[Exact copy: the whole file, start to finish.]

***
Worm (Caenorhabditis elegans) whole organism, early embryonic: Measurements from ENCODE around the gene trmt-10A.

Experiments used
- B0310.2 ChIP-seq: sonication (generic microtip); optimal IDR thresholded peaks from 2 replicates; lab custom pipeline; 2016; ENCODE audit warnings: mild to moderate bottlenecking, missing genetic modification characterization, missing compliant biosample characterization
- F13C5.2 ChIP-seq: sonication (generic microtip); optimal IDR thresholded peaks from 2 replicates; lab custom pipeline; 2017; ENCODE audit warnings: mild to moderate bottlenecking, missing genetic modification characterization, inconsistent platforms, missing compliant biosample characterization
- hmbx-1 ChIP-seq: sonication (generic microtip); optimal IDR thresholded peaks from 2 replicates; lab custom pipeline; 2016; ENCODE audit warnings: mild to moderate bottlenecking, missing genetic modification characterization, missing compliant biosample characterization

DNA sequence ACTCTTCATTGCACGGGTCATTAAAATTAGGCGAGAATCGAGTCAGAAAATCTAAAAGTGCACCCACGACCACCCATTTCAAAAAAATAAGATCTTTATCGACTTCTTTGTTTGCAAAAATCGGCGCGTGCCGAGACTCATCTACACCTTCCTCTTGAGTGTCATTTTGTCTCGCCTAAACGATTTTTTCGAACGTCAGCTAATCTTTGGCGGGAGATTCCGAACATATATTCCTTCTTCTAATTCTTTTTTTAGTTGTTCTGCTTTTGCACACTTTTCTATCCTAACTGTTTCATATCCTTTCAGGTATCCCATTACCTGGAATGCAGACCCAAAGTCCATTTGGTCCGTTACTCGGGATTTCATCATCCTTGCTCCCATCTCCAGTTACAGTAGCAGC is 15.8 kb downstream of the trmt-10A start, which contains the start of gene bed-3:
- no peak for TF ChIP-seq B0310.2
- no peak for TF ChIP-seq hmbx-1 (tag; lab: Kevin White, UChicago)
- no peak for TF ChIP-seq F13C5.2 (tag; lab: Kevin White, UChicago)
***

Worm (Caenorhabditis elegans) whole organism, early embryonic: Measurements from ENCODE around the gene trmt-10A.

Experiments used
- B0310.2 ChIP-seq: sonication (generic microtip); optimal IDR thresholded peaks from 2 replicates; lab custom pipeline; 2016; ENCODE audit warnings: mild to moderate bottlenecking, missing genetic modification characterization, missing compliant biosample characterization
- F13C5.2 ChIP-seq: sonication (generic microtip); optimal IDR thresholded peaks from 2 replicates; lab custom pipeline; 2017; ENCODE audit warnings: mild to moderate bottlenecking, missing genetic modification characterization, inconsistent platforms, missing compliant biosample characterization
- hmbx-1 ChIP-seq: sonication (generic microtip); optimal IDR thresholded peaks from 2 replicates; lab custom pipeline; 2016; ENCODE audit warnings: mild to moderate bottlenecking, missing genetic modification characterization, missing compliant biosample characterization

DNA sequence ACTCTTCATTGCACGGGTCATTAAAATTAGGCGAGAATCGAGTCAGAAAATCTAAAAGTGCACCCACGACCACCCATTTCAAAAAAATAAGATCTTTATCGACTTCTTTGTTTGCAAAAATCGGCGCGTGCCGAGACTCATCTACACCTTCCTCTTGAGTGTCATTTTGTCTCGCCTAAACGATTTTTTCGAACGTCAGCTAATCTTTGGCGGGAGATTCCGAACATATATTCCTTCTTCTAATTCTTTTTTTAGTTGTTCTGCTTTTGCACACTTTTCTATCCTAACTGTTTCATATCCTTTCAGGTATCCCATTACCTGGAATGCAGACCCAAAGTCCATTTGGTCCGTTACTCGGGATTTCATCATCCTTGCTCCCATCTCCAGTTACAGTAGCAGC is 15.8 kb downstream of the trmt-10A start, which contains the start of gene bed-3:
- no peak for TF ChIP-seq B0310.2
- no peak for TF ChIP-seq hmbx-1 (tag; lab: Kevin White, UChicago)
- no peak for TF ChIP-seq F13C5.2 (tag; lab: Kevin White, UChicago)